“I said 6. The book sold 6 total copies the first month.”
I started counting on my fingers. Mom. My two sisters. Eight members of my writers group. Ten regular attendees of the coffee house group I met with monthly who were all excited and congratulatory when I first told them I’d found a publisher. And that didn’t even factor in the numerous friends, acquaintances, cousins, and neighbors I’d been casually mentioning my release date to whenever I had a chance. Six copies just did not compute.
A genius is never appreciated in her own environment.
THE DARK SIDE OF LOVE
I understood that an unknown author might not quickly pick up new fans, but I couldn’t imagine that everyone I knew hadn’t rushed online to buy a copy within days of hearing the news that the book was available. After all, that was one of the most exciting days of my life. Perhaps, however, I was being unrealistic. Not everyone would make it a priority to purchase immediately. They had their own lives after all and their own priorities.
So I waited, optimistic and patient despite the warning signs. One person surprised me by saying she just couldn’t get into it when I’d been sure it was exactly the type of book she’d love. When my mother and I ran into friends of hers I hadn’t met, she’d proudly introduce me as simply “my oldest” rather than “my daughter, the author.”
The arrival of my yearly royalty statement the following January added the death knell to my expectations. No best seller list for me and my brilliant suspense novel. Despite the 4- and 5-star reviews, it was not yet time to quit the day job and buy a writer’s cottage along the Oregon coast. Even if every person I knew had gone out and bought a copy of the book, it was clear now that word of my Great American Novel had not spread far. My friends and family had not praised the work to everyone they knew, had possibly not even mentioned it once in passing to another human being.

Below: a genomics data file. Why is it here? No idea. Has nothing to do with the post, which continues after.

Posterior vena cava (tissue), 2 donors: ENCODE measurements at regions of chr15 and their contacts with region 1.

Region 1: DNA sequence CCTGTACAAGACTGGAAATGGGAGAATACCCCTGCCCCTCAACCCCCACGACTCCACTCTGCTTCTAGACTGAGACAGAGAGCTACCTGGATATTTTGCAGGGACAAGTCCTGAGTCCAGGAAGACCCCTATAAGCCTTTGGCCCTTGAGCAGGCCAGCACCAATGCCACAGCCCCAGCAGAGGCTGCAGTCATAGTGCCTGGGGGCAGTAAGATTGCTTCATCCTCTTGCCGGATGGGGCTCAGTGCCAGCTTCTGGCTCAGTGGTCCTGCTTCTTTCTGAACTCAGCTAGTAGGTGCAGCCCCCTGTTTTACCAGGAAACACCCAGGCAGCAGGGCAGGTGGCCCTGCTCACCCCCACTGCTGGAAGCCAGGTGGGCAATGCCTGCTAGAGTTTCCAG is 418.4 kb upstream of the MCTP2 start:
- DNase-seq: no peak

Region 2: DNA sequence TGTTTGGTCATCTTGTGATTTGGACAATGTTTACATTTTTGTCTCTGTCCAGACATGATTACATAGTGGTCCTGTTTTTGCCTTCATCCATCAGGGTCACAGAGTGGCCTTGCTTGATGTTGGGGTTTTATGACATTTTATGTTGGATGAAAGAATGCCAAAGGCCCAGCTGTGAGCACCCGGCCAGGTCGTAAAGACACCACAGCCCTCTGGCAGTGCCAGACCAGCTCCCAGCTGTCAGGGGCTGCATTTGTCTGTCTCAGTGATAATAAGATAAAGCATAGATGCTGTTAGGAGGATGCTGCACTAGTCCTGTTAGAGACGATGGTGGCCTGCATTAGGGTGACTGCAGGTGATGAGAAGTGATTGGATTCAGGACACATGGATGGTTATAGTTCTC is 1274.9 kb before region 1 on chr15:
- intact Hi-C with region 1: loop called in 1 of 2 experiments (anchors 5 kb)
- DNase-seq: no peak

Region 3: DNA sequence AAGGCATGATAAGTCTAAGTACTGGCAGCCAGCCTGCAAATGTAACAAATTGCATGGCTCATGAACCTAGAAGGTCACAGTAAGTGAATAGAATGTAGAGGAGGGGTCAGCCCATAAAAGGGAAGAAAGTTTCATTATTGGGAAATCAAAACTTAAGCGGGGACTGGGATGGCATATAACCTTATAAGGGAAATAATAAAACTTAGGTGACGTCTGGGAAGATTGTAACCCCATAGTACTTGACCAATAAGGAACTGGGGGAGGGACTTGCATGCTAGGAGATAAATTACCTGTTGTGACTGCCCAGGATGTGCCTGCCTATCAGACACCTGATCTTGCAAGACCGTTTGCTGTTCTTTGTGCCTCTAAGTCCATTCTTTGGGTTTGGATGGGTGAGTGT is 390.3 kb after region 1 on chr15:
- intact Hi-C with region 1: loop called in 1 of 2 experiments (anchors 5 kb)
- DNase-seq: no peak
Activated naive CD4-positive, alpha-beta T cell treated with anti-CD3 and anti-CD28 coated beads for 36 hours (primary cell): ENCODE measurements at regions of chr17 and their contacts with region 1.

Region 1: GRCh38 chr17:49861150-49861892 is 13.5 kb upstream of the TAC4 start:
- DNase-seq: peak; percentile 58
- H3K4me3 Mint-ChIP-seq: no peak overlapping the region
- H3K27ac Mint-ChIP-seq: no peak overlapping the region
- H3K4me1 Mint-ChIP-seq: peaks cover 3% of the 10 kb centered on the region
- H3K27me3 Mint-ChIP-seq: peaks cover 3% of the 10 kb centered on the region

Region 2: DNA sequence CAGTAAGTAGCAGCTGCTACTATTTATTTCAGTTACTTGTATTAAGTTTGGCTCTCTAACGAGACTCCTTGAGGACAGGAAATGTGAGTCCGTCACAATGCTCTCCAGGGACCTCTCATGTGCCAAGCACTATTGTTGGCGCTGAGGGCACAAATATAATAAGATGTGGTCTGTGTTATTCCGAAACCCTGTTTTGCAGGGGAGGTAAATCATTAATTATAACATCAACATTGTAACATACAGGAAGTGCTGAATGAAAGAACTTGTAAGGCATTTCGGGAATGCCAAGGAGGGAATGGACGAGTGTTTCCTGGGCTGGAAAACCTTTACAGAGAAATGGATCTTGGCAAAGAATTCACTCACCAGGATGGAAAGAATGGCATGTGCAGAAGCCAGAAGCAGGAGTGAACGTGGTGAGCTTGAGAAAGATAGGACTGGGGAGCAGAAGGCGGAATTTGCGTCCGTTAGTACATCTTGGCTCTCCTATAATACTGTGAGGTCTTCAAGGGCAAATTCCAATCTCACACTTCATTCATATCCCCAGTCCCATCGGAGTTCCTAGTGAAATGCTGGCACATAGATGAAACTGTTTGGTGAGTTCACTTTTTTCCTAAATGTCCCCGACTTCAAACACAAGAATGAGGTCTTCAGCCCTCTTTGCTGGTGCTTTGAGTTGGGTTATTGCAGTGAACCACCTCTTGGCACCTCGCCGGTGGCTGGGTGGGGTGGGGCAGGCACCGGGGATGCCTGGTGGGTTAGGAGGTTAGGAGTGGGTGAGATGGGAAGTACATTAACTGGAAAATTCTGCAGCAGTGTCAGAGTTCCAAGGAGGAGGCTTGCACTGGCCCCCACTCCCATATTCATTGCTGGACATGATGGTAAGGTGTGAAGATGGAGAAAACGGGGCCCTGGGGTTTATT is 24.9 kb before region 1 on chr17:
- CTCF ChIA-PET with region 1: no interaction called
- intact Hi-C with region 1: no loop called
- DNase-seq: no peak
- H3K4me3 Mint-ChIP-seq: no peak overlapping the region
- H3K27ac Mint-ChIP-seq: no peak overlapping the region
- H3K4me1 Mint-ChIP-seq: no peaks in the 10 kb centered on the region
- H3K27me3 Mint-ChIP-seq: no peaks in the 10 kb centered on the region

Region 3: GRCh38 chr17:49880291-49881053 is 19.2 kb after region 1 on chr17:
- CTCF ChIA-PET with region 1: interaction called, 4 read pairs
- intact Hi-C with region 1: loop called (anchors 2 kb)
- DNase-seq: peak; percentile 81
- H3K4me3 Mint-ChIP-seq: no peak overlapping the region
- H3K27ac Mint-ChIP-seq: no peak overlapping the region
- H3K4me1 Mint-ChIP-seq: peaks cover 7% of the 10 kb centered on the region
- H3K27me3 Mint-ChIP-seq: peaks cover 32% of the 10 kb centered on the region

The thing about friends and family and spouses is that both you and they have a handicap called Unconditional Love. Normally a virtue, UL has a dark side. The people who best love me are so assured of my success it never occurs to them I might need their help to achieve it. I am so confident they support me I expect them to know my expectations and hopes without my saying a word.
BUY MY BOOK
With my second book released and 10,000 words written on the third, I have learned a lot about writing and promoting. Mainly that mixing the two often produces an oily sheen on the clear-flowing waters of creativity. Stirring promotional expectations into relationships muddies the waters even further.
Marketing is your responsibility and that of any professional whose job it is to do so: your publisher, your agent, publicists you hire, and writers organizations you join. It is not the concern of people who know you. Stop expecting them to promote the book. Stop expecting them, even, to buy the book. Their job is to pick up the tab at lunch once in a while, send you birthday cards, and make you laugh when you just feel like crying.
However, when appropriate—if they ask, if the opportunity arises and the person seems open to it—don’t be afraid to suggest (key note here: suggest implies using a friendly, undemanding, and non-bitter tone) specific ways they can help you spread the word.
- Attend my book signings
- Share my Tweets, Pinups, Tumbles, and Facebook statuses
- Mention my book to friends
- Post a review
- Buy copies of the book to give as presents
- Comment occasionally on my blog posts, guest articles, and social media statuses
- Paint the cover of my novel on the side of your house and rent one of those flashing neon arrows to point to it.
Okay, maybe not that last one. Unless they really, really want to. Regardless of how much they spread the word, or don’t, it is important for me to remember the one support they have always provided and still do: accept me as the weird, quirky, anti-social writer that I am so that I will continue to sit at the keyboard and put down one word after the other after the other.
For that at least, they deserve a mention in my Pulitzer prize acceptance speech.
Snow Ramirez hasn’t trusted anyone in a very long time, not even herself. Memories of her childhood on Washington’s Yakama Reservation haunt her even on the streets of Chicago. When her squat mate Blitz slits his own throat in front of her, she knows it’s time to convince someone to trust her instincts. Normally she wouldn’t care. Who wasn’t crazy in one way or another in this messed up world? Snow’s little brother Alley, though, there might still be time to save him. If only she can get reporter Jo Sullivan to believe her story before Snow loses her own mind.
Debra R. Borys released her first novel, Painted Black, in 2012. The Street Stories series combines the gritty reality of homeless life on the Chicago streets with bizarre and quirky suspense plots. Debra uses her personal experiences from years of volunteering with service agencies in both Chicago and Seattle to bring the characters and streets to life in these fast-paced, gripping tales. She currently works as a freelance writer and editor and is working on a third Street Stories novel.